A segregated railroad depot waiting room in Jacksonville, Fla., 1921.
By DAVID OSHINSKY
Published: September 2, 2010
The New York Times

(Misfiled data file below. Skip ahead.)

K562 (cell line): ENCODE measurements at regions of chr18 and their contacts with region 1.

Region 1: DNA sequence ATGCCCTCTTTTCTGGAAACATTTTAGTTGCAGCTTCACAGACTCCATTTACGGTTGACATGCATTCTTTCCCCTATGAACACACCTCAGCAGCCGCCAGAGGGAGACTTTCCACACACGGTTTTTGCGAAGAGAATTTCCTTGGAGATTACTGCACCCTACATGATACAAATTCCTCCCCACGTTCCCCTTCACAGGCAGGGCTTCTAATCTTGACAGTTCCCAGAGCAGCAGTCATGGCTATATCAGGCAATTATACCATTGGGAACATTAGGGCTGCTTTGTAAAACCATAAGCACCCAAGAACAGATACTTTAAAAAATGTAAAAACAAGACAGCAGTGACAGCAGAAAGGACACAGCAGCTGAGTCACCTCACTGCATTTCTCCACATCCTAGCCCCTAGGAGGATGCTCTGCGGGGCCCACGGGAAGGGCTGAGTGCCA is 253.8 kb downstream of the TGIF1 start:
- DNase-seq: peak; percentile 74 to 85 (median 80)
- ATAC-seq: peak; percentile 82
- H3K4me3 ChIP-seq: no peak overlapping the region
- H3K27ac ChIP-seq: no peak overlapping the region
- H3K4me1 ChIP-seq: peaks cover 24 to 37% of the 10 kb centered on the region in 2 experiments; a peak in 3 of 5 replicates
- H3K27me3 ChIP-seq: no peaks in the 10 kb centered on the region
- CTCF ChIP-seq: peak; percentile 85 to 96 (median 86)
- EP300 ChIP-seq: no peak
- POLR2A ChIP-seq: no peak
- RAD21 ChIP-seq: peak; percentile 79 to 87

In the winter of 1916, as Americans read the news of unimaginable slaughter in a distant yet rapidly spreading European war, it was easy to overlook stories like the one in The Chicago Defender reporting that several black families in Selma, Ala., had left the South. A popular African-American weekly, The Defender would publish dozens of such stories in the coming years, heralding the good jobs and friendly neighbors that awaited these migrants in Chicago, even printing train schedules to point the way north. Smuggled into Southern railroad depots by Pullman porters, dropped off by barnstorming black athletes and entertainers, The Defender emerged as both cheerleader and chronicler of an exodus that would lead about six million African-Americans to abandon the states of the Old Confederacy between 1915 and 1970. “If all of their dream does not come true,” it confidently predicted, “enough will come to pass to justify their actions...link to complete article